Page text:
In the race to launch a robo offering, Bank of America Corp. is diving in head-first with Merrill Edge Guided Investing, according to published reports. The firm intends to launch the program in early 2017.


The Charlotte N.C.-based Bank of America formed Merrill Edge (see our review) in June 2010 and industry leaders at the time were unsure of what they were trying to accomplish. But fast forward six years and the brokerage platform has grabbed $132 billion in assets and is seen as a success. The offering uses a mix of bank brokers who work at call centers with the backing of the firm’s giant online system.

Now, Merrill Edge will be embracing the robo-arena already cluttered with Betterment LLC and its $6 billion in assets and Wealthfront with its more than $3 billion in assets.  Just recently, Personal Capital, a firm that attracts clients with more than  $300,000 in assets and uses a combination of advisors along with technology, grew 50% in just six months hitting the $3 billion mark.

Merrill is hoping to repeat the success of Merrill Edge and is eager to begin collecting assets like its competition. The new robo offering is an an expansion of Merrill Edge Advised and Self Directed offerings. The robo’s minimum is just $5,000 which is similar with Fidelity Go’s $5,000 minimum. Betterment doesn’t have a minimum and Wealthfront has a $500 minimum.  Merrill is charging 0.45% – which doesn’t include underlying fund fees. The fees are higher than Betterment’s fees which are just .15% to 0.35% annually.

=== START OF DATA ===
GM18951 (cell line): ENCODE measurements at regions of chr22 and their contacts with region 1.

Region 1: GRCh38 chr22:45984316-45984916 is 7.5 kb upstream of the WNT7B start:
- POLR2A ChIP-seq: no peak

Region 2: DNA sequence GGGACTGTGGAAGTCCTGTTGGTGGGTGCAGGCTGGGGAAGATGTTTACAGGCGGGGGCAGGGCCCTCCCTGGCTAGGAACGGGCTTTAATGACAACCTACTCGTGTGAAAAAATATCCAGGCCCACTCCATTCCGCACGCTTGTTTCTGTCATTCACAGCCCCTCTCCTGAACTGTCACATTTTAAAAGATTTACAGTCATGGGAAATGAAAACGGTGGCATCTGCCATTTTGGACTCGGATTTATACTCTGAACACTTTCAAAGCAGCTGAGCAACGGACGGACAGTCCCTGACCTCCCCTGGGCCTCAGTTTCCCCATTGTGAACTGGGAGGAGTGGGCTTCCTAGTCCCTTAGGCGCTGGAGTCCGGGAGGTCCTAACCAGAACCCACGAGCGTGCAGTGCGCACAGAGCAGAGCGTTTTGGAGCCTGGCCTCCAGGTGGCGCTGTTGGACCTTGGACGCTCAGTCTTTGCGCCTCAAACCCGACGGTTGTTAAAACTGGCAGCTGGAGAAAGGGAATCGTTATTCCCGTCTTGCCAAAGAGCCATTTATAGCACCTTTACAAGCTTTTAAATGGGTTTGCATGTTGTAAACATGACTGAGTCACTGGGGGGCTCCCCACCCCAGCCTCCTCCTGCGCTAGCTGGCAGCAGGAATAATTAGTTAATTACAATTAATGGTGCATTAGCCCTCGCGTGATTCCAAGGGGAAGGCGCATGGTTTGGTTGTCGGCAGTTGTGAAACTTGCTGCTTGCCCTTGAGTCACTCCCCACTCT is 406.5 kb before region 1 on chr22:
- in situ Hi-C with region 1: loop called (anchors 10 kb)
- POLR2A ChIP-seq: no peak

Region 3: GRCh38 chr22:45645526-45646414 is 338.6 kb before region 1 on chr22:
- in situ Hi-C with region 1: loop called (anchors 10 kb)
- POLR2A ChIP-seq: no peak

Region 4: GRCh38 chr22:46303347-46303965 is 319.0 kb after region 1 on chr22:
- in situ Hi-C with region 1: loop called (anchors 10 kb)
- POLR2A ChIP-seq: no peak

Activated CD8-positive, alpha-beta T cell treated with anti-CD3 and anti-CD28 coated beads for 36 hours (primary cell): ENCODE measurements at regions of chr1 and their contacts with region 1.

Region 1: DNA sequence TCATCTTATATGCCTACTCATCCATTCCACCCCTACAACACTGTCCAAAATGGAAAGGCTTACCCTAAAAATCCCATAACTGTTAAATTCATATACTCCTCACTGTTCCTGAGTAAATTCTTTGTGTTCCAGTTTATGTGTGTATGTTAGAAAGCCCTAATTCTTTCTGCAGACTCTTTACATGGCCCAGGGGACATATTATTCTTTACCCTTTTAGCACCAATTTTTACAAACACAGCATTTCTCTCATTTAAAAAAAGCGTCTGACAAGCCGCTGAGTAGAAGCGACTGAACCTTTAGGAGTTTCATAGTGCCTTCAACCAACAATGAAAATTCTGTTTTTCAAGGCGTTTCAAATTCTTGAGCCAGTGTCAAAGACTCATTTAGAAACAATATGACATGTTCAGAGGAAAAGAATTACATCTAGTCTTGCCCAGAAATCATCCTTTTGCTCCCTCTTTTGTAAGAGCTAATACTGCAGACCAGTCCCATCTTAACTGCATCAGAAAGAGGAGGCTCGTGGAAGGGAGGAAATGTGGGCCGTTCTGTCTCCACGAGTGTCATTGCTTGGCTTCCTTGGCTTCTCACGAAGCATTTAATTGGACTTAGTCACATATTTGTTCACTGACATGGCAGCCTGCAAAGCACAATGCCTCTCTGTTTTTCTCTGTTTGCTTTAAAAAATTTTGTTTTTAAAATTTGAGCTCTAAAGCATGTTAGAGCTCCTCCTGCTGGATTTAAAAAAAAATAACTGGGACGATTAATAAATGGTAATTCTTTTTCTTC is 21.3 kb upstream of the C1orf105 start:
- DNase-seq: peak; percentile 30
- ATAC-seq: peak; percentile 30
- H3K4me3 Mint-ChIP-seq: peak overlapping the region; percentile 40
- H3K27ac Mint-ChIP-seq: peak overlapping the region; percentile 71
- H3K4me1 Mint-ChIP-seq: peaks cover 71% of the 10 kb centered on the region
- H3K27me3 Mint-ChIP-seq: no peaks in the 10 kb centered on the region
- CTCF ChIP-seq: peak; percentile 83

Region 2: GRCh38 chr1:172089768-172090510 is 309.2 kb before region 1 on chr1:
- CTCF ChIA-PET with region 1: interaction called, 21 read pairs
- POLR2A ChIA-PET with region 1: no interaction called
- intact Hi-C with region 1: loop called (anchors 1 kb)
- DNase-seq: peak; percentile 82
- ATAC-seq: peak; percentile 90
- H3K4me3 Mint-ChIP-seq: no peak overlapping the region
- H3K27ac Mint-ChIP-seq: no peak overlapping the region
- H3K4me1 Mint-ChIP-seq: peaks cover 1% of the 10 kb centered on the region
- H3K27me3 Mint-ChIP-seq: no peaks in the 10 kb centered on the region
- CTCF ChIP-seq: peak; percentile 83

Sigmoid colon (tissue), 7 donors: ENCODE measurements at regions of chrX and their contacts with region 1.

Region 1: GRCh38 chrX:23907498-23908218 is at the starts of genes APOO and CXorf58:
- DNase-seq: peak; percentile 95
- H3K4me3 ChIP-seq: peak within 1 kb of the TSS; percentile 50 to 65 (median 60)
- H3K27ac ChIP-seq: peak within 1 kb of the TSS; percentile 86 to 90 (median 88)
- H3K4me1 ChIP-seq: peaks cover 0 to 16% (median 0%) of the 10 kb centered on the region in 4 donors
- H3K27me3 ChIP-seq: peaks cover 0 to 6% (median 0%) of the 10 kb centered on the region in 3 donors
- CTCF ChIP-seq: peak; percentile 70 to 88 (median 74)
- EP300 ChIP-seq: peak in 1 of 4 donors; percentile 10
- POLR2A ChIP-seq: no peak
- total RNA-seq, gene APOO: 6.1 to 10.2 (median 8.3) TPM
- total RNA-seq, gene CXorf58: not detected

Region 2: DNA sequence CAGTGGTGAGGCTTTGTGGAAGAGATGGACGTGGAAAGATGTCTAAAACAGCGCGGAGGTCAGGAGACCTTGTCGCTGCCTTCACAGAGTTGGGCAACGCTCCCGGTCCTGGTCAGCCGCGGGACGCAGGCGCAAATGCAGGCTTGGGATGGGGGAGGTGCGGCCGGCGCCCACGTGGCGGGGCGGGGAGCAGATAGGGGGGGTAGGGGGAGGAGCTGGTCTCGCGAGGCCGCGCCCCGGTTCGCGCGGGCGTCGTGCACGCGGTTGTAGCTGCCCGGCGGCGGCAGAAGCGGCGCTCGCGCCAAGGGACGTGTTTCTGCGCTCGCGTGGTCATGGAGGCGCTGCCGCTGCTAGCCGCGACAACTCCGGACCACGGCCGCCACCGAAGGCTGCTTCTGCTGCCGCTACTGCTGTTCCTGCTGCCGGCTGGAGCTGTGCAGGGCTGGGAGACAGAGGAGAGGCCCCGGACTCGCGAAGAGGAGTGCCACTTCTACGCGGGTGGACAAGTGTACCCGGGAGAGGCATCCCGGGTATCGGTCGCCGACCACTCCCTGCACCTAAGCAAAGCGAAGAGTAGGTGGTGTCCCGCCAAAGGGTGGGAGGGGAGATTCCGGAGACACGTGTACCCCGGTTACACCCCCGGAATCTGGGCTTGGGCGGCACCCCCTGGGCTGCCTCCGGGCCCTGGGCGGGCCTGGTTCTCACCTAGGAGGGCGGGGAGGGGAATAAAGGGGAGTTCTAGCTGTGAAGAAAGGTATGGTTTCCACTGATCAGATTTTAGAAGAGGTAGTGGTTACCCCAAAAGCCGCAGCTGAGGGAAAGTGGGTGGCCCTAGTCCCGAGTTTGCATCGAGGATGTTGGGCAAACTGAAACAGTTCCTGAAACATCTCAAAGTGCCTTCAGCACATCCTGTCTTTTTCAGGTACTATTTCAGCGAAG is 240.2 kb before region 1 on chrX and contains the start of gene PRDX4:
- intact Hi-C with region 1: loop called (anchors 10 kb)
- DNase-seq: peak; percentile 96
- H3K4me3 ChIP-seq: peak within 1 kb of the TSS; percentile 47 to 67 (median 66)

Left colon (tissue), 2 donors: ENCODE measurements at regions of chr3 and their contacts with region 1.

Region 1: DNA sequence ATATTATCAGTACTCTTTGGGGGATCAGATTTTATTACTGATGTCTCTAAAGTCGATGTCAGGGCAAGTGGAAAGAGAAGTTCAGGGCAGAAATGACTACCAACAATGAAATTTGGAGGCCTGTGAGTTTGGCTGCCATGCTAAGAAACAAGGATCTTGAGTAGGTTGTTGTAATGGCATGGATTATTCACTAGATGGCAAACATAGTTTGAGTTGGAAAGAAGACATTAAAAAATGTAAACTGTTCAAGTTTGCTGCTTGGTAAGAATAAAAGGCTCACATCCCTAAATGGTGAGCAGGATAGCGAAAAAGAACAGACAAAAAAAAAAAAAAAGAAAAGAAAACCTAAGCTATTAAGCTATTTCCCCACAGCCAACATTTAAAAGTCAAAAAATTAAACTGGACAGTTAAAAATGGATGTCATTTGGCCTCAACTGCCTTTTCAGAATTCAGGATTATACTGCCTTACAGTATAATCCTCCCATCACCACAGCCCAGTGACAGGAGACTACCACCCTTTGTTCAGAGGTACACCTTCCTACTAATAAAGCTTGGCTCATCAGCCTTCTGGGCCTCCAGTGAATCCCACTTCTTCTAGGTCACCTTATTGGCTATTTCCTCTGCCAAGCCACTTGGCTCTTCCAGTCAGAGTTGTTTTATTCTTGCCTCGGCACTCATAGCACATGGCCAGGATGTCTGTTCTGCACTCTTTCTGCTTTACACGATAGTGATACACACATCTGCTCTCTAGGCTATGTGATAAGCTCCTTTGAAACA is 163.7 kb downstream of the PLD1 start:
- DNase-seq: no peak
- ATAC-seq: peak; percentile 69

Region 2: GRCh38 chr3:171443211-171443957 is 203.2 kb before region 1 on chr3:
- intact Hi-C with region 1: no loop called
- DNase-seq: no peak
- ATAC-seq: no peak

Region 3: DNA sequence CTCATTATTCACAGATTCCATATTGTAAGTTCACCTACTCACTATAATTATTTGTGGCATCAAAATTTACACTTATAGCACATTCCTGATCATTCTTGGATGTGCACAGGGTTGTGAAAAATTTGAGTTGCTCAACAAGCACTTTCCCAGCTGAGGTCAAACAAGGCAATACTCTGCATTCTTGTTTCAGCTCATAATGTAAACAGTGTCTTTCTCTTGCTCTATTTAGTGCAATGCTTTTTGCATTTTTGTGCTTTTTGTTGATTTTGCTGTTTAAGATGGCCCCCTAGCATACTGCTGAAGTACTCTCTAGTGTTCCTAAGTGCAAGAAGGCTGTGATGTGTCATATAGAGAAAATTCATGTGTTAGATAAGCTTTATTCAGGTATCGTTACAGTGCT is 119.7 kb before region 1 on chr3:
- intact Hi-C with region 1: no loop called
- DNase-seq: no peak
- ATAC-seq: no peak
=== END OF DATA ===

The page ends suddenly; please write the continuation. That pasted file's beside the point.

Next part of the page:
Aron Levine, head of Merrill Edge, was quoted in the Wall Street Journal, explaining the robo is “a natural extension of our investment offerings from Merrill Lynch.” The offering will include automated advice paired with human insight as well, he explained.

Levine told the Wall Street Journal that the robo will be managed by Merrill’s chief investment officer which makes it starkly different from others in the industry that depend solely on algorithms. It appears the robo will also include investment questions to clients pertaining to risk involving income and other risk factors, which are common place in the robo arena.

Merrill Lynch will likely have success convincing existing clients to move assets to this new platform, says Scott Smith, director of advice relationships for Boston-based Cerulli Associates, a financial services consulting firm.

The firms that appear to be winning the most assets are existing brokers who already have a treasure trove of assets and have created a robo offering. For instance, Vanguard’s Personal Advisor Services – which officially launched one year ago – now has a staggering $41 billion in assets. The firm added $10 billion in assets in six months.

“If you look at the other firms, the assets are largely coming from internal clients looking for different solutions. They want more advice. It’s largely internal conversions but there will be other assets too. I really think everybody has to have something like this at some point. It’s a matter of re-branding,” Smith says.


Smith points out that Merrill is following the perfect recipe with its robo by making the price point 45 basis points and offering a lower minimum of $5,000.

But Smith said investors are more likely to choose a brand they like – even if it is a bit more money.

“A lot of investors don’t understand the pricing and if they do, the better off they are, but they want to go with a provider that they trust and that’s a lot more important than a couple of basis points here and there,” Smith says.